A group of scientists, nonprofit organizations and advocates from Oregon and around the country have asked President Joe Biden to issue an executive order protecting beavers on federal public lands.
Their letter was sent to the White House on Monday, signed by over 200 scientists, wildlife experts and activists. It says beavers are important for fighting climate change, biodiversity loss and water shortages.
Oregon’s state animal, beavers were once common here and across the continent. Scientists estimate that there were as many as 200 million beavers in North America before colonization. Widespread trapping in the 19th century brought beavers to the brink of extinction in many areas, and though they have recovered somewhat, current estimates are around 15 million, a reduction of more than 90%.
Beavers are natural engineers. They build dams, slowing down and spreading water that would otherwise run off – and that makes them a natural ally for Biden’s climate agenda, said Suzanne Fouty, a retired U.S. Forest Service hydrologist who co-authored the letter.
“It turns out that wetlands, which beavers are capable of creating very effectively, are a tremendous carbon storage zone,” she told the Capital Chronicle.
Wetland soil can store up to 10 times more carbon than the same amount of forest soil, and up to 35 times more than grassland, the letter said. Carbon in the atmosphere from burning fossil fuels is the primary driver of climate change, and scientists say we have to both reduce our emissions and pull more carbon out of the atmosphere to stabilize the climate.
Beyond storing carbon, wetlands created and maintained by beavers have been shown to improve water quality, improve and expand fish and wildlife habitat and act as natural firebreaks during wildfires. They also help to mitigate the effects of drought like the one that’s affected the West for several years.
The letter proposes an executive order with three parts: a near-total ban on beaver trapping on federal public land, a directive to land management agencies to prioritize beaver conservation and funding to federal agencies to expand beaver numbers. It said money should be allocated to the U.S. Forest Service, the federal Fish and Wildlife Service and Bureau of Land Management along with the Civilian Climate Corps, a climate-focused jobs program that was cut from the Inflation Reduction Act to pass the Senate in 2021.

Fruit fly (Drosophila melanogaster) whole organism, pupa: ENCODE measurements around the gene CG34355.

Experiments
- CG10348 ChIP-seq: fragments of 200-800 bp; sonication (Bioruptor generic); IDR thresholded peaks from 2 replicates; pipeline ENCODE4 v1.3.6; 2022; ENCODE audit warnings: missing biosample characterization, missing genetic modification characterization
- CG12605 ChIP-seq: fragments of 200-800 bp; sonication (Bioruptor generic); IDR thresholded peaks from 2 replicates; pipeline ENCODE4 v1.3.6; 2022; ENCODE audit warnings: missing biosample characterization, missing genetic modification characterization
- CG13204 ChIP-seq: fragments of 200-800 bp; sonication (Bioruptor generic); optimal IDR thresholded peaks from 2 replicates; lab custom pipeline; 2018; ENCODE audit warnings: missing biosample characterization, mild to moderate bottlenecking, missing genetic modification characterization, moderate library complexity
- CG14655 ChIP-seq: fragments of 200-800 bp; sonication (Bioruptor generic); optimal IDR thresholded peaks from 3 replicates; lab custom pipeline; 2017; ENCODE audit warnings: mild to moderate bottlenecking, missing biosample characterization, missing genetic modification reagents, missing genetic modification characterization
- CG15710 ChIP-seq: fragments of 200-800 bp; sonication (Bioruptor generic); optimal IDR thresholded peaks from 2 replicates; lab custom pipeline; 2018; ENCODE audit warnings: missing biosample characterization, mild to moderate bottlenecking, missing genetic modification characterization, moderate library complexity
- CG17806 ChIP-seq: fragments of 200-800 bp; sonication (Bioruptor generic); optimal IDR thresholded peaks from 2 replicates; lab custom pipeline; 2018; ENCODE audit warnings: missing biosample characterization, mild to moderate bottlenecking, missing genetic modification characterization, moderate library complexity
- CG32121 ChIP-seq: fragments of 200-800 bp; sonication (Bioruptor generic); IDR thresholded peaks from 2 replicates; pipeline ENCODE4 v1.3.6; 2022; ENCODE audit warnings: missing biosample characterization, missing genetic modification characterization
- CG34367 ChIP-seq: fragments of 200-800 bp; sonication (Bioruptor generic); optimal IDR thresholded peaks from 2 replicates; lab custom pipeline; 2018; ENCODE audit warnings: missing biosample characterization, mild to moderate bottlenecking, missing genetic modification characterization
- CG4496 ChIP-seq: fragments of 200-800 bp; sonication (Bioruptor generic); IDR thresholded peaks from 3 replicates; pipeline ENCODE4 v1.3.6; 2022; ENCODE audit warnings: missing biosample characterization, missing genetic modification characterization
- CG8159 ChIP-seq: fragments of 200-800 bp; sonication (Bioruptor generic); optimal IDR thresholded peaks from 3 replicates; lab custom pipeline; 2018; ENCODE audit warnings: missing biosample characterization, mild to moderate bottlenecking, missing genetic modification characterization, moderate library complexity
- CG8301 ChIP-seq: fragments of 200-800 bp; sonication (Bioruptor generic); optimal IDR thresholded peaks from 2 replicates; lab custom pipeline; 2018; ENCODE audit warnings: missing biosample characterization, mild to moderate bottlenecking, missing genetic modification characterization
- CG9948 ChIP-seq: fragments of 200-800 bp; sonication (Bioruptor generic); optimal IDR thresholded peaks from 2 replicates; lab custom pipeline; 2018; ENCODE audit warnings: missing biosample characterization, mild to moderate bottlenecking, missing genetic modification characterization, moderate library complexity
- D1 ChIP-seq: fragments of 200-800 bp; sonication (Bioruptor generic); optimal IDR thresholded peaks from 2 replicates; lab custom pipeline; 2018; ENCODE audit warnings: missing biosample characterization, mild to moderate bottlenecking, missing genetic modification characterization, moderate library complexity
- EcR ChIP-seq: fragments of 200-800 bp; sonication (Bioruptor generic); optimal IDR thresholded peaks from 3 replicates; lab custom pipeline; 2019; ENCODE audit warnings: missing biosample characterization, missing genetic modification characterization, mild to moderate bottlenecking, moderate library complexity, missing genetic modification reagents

Until now, beaver management has been left mostly to state wildlife agencies, but the letter’s authors claim that these agencies, funded primarily by hunting, trapping and fishing licenses, are more beholden to hunters and trappers than to the public or the wildlife. The letter mentions Oregon as an example of a state which has been unable to adequately protect beavers, noting that attempts at regulation have failed in both the state Legislature and Oregon Fish and Wildlife Commission in the last three years.
“Beaver hunting and trapping is open in most states right now,” Adam Bronstein, Director for Oregon and Nevada at the Western Watersheds Project, told the Capital Chronicle. “In a lot of cases, there are no quotas and no seasons.” This means that managers have no way to set sustainable limits on trapping, and scientists have no reliable count of how many beavers are being taken off of public lands.
Many of the co-signers of the letter are Oregonians and leaders of Oregon-based nonprofit organizations, including representatives of several local Audubon societies, the Urban Greenspaces Institute and WaterWatch of Oregon. Professors, retired and active, from both Oregon State University and University of Oregon, joined the effort. Several fishing advocates signed the letter as well, including David Moskowitz from the Conservation Angler and Bob Rees of Northwest Guides and Anglers Association, highlighting the value that beavers can provide to healthy fish habitat.
Bronstein points out that beaver trapping is only one use that actively competes with the other services that wetlands with beavers can provide. In Oregon, fewer than 200 people actively trap and hunt beavers to sell their fur or because some landowners consider them pests. Others hunt them recreationally. “Public lands belong to all Americans, and wildlife is in our collective trust,” says Bronstein. “We want our public lands to provide the greatest benefit to the greatest number of people.”
Ian Rose is a freelance science and nature writer based in Corvallis, Oregon. His work has recently appeared in Scientific American, Hakai Magazine and Civil Eats, centering on climate change and environmental issues in the American West.
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